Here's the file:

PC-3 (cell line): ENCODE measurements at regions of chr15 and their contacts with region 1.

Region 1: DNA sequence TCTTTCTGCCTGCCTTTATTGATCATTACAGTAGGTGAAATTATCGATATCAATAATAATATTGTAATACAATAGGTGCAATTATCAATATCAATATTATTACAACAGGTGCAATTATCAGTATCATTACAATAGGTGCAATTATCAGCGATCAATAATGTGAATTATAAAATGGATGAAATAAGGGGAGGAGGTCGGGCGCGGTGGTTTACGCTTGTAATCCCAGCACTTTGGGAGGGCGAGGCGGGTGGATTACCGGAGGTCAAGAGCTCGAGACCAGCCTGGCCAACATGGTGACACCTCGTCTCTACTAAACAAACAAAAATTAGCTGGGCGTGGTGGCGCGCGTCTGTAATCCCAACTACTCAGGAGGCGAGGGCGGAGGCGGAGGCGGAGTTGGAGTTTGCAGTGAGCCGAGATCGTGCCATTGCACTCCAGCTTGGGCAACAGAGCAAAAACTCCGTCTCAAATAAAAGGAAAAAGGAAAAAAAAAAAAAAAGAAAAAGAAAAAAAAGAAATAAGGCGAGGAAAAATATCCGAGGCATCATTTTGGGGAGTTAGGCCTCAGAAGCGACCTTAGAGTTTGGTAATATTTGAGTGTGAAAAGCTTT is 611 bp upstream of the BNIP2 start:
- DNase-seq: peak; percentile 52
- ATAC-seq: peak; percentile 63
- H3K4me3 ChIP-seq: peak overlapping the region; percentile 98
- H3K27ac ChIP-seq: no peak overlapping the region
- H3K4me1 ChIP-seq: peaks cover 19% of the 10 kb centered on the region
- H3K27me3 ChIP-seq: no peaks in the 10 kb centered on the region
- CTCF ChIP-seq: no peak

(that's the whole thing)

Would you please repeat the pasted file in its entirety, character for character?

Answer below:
PC-3 (cell line): ENCODE measurements at regions of chr15 and their contacts with region 1.

Region 1: DNA sequence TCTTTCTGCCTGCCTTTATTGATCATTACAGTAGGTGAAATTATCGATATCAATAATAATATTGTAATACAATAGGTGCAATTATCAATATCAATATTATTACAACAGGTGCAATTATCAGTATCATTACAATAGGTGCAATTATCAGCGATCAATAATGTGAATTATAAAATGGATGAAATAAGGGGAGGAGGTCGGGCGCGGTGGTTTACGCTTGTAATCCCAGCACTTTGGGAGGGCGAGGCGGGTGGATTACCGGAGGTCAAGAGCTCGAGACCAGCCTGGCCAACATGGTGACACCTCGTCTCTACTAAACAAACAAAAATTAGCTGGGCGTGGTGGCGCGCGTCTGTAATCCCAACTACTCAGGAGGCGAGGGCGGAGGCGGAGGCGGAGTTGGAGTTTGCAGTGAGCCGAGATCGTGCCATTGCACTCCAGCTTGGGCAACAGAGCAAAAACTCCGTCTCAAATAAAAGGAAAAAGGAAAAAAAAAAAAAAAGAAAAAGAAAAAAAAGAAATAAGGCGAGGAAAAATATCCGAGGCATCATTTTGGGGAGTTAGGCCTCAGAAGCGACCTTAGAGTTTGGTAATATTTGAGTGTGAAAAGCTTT is 611 bp upstream of the BNIP2 start:
- DNase-seq: peak; percentile 52
- ATAC-seq: peak; percentile 63
- H3K4me3 ChIP-seq: peak overlapping the region; percentile 98
- H3K27ac ChIP-seq: no peak overlapping the region
- H3K4me1 ChIP-seq: peaks cover 19% of the 10 kb centered on the region
- H3K27me3 ChIP-seq: no peaks in the 10 kb centered on the region
- CTCF ChIP-seq: no peak